Big image

Abolitionist Reform

Many had argued about slavery’s moral implications for centuries. However, the 2nd Great Awakening led to a greater focus on such moral issues. Combined with the freedom-advocating German and Irish immigrants, abolition gained many staunch advocates. Literature and lectures were the main sources of the diffusion of abolitionist ideals. WIlliam Lloyd Garrison established the “Liberator” as a possible ground for talented abolitionist orators, such as the Grimke sisters, to spread their views. Paired with Harriet Beecher Stowe’s Uncle Tom’s Cabin, “The Liberator” raised awareness of the evils of slavery and the tortuous treatment of slaves by their owners. This helped widen the schism between the North and South, which although temporarily divisive, helped unite America as a leader in equality for all.
Big image


1. Fanfare for the Common Man by Aaron Copland

Fanfare is a celebration, and in this era politicians enfranchised the average citizen.

2. Trail of Tears by John Denver

The Trail of Tears was a horrible, devastating act of cruelty which caused the Native Americans to shed many tears. This song relates some of the Native American experiences.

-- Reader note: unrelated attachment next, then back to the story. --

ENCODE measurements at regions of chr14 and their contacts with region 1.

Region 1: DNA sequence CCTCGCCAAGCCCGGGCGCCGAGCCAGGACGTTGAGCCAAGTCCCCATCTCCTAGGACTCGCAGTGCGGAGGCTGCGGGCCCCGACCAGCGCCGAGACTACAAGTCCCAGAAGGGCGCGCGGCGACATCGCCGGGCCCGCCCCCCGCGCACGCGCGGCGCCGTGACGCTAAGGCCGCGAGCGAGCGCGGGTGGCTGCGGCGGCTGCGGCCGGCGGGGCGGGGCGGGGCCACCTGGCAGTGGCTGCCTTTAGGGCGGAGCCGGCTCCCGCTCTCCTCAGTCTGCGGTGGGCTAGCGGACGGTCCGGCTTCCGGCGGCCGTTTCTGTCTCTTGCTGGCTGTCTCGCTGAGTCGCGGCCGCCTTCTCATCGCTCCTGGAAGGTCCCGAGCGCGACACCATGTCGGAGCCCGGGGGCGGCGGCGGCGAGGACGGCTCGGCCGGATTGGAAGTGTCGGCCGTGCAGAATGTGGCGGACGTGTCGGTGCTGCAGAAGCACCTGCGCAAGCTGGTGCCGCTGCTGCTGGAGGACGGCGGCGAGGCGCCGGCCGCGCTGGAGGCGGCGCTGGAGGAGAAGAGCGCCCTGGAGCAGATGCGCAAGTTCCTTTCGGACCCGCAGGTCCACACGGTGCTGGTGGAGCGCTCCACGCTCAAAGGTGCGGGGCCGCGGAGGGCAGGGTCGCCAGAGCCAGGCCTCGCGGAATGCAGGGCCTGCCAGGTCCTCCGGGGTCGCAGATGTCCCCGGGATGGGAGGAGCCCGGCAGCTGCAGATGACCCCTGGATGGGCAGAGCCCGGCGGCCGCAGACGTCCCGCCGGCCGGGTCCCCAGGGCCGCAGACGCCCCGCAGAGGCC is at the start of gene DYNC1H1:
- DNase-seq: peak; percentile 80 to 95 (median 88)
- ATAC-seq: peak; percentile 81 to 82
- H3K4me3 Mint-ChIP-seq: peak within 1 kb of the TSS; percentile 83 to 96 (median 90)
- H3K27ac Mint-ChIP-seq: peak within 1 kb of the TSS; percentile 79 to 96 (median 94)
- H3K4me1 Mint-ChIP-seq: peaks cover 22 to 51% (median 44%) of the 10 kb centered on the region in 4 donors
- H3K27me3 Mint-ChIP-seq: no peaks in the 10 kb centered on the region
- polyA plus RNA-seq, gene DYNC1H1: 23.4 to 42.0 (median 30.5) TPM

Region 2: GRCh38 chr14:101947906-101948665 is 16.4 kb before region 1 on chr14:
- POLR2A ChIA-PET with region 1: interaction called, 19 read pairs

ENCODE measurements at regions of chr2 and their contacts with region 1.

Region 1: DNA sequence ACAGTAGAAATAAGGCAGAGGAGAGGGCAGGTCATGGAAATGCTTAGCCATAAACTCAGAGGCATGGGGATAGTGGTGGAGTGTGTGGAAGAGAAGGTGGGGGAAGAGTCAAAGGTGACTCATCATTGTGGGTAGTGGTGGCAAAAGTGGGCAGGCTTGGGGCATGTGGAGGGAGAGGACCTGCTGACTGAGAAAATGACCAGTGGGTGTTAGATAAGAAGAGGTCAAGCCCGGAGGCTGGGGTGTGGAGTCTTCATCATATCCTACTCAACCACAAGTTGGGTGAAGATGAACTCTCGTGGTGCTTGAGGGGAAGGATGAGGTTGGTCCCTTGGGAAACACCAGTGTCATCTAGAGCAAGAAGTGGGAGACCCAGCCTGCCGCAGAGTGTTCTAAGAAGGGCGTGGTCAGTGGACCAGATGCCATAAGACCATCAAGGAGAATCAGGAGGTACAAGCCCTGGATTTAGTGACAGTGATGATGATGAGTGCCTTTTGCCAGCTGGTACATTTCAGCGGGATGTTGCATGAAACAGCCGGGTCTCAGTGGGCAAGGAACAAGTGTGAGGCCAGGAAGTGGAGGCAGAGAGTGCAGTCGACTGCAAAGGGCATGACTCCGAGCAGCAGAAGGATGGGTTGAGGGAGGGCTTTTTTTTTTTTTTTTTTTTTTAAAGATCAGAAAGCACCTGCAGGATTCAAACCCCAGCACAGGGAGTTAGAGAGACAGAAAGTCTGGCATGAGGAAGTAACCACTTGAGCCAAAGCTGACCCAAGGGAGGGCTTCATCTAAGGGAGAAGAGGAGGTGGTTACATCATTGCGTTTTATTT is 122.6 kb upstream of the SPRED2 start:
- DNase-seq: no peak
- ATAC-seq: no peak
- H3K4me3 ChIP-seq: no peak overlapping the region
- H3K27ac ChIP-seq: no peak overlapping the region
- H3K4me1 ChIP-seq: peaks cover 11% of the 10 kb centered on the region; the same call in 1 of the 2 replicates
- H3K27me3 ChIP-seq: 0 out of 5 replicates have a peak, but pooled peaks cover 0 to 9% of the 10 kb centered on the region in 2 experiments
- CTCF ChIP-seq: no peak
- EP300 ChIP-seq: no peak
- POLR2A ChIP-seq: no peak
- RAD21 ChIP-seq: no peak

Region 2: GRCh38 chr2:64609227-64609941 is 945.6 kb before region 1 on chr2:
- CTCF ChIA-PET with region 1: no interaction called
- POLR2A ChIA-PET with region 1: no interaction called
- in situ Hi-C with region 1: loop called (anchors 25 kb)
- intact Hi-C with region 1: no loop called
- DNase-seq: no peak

3. Arkansas Traveler by John Renfro Davis

The pioneers going to Texas experienced many of the same things as those that pioneers going to Arkansas would have experienced.

4. Hit the Road Jack by Ray Charles

The nativists felt like telling the immigrants to "hit the road" as they felt they needed to maintain the "purity of American blood".

5. Be Ours a Religion by Theodore Parker

This is a hymn written by a Unitarian, a member of a doctrine that emerged around this times.

6. I've Been Working on the Railroad by Unknown

Railroads were an amazing scientific breakthrough, but the lives of the people manning such machinery are often overlooked; this song gives their point of view.

7. Single Ladies by Beyoncé

Women were for enfranchisement, and this song is a contemporary version of the same argument.

8. Song of the Abolitionist by W.L. Garrison

Garrison was a prominent abolitionist who wrote the above song in an attempt to convince people that slavery was wrong.

Significance of Music

Music helps us understand history because it is generally an uncensored display of emotion. It illustrates the prevailing thoughts and feelings of the writer in a pure form meant to mediate the writer's emotions. This is very useful in understanding historical sentiments, reactions, and motivations.